In regards to using lump and chimney start, the PBC works fine with both, it's really a matter of understanding how hot and long the fuel burns and adjusting accordingly. The Kingsford briquettes yield a pretty consistent result, so its easy to load the PBC up with 8-10 racks of ribs and a basket of briquettes, close it up and come back in 3-3.5 hrs to perfectly cooked ribs.

    Edit: Looking at their site, you can see they now sell a shorter/wider chimney starter that would make it easier to empty the coals into the cooker. When I originally purchased the cooker several years ago, this did not exist and the feat of dumping coals from a regular chimney starter was a perilous feat.
  • Post #5 - June 1st, 2018, 3:36 pm
    Post #5 - June 1st, 2018, 3:36 pm Post #5 - June 1st, 2018, 3:36 pm
    I do not use lighter fluid. I just use kindling, lump charcoal, wood chips, lots of matches and paper for my Weber grill. But I wonder if you can use some sort of alcohol such as sherry, brandy, whisky etc to help start it. Isn't old whisky barrel wood sold for this purpose too? I have never done this and I guess there would be a risk of fire flare up. But it works stove top when I flambe things.
    What disease did cured ham actually have?
  • Post #6 - June 1st, 2018, 4:17 pm
    Post #6 - June 1st, 2018, 4:17 pm Post #6 - June 1st, 2018, 4:17 pm
    Elfin wrote:I do not use lighter fluid. I just use kindling, lump charcoal, wood chips, lots of matches and paper for my Weber grill. But I wonder if you can use some sort of alcohol such as sherry, brandy, whisky etc to help start it. Isn't old whisky barrel wood sold for this purpose too? I have never done this and I guess there would be a risk of fire flare up. But it works stove top when I flambe things.


    The chimney starter is dead simple and foolproof. You just need a couple of crumpled sheets of newspaper (I use the local circular that shows up at my door because I'm not sure I'd know where to get an actual newspaper today), lump charcoal and a match. You don't need to overcomplicate things.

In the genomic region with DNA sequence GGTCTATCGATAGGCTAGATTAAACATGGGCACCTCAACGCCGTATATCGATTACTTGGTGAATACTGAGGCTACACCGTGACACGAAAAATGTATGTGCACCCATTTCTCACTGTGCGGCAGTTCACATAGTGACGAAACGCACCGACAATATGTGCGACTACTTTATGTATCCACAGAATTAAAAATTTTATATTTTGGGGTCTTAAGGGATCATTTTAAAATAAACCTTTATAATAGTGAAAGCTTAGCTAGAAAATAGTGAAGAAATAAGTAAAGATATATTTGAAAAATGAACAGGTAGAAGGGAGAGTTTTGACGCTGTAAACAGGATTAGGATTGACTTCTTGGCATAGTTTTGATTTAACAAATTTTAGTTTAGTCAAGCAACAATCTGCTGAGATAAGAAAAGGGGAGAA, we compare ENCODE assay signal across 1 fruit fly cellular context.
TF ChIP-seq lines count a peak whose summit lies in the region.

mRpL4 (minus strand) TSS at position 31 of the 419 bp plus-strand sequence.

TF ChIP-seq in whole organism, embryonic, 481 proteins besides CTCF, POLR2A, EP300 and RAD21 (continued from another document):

• Post #7 - June 1st, 2018, 4:41 pm
    Post #7 - June 1st, 2018, 4:41 pm Post #7 - June 1st, 2018, 4:41 pm
    spinynorman99 wrote:The chimney starter is dead simple and foolproof.

    Yes, exactly!

    I participated in a BBQ event on 5/24, Pork in the Park at the Park Grill, as LowSlowBBQ, a dozen BBQ restaurants and caterers each doing ribs for ticket paying guests. We were setup where Park Grill has their ice skating rink in the winter, outdoor dining in summer. A beautiful setting under the watchful eye of the Bean.

    The BBQ restaurant next to me, incredibly, used Kingsford briquettes and Kingsford lighter fluid to start their pit. It smelled like sh*t, their product tasted like sh*t, looked like sh*t and was generally horrid. In the words of the Blessed Carol Channing's Ghost, I almost plotzed when I saw what they were doing.

    This was the second annual Pork in the Park, music, food, booze, fun in a perfect urban setting.

    PTParkLTH1.jpg Pork in the Park, LowSlowBBQ

    PTParkLTH3.jpg Pork in the Park, LowSlowBBQ

    PTParkLTH2.jpg Pork in the Park, LowSlowBBQ

    PTParkLTH4.jpg Pork in the Park, LowSlowBBQ

    PTParkLTH5.jpg Pork in the Park, LowSlowBBQ
    Sauce on the side, always, implied, axiomatic..........never a doubt, BBQ sauce without.

    Low & Slow
  • Post #8 - June 2nd, 2018, 9:50 am
    Post #8 - June 2nd, 2018, 9:50 am Post #8 - June 2nd, 2018, 9:50 am
    thetrob wrote:In regards to using lump and chimney start, the PBC works fine with both, it's really a matter of understanding how hot and long the fuel burns and adjusting accordingly. The Kingsford briquettes yield a pretty consistent result, so its easy to load the PBC up with 8-10 racks of ribs and a basket of briquettes, close it up and come back in 3-3.5 hrs to perfectly cooked ribs.


    Yeah, I've gone from being a lump purist to just going with the regular blue bags of Kingsford or (preferably) Royal Oak. To me, it's a more predictable and longer burn, and I honestly can't tell any sort of difference in flavor, especially when you're throwing smoking wood on it. Maybe if I had the meats side-by-side, I'd notice it, but, for me, the difference is lost and the convenience of lump wins these days. (No lighter fluid ever, though.) I have no doubt the true connoisseurs can tell the difference, but for a once-a-month barbecuer like me, I can't.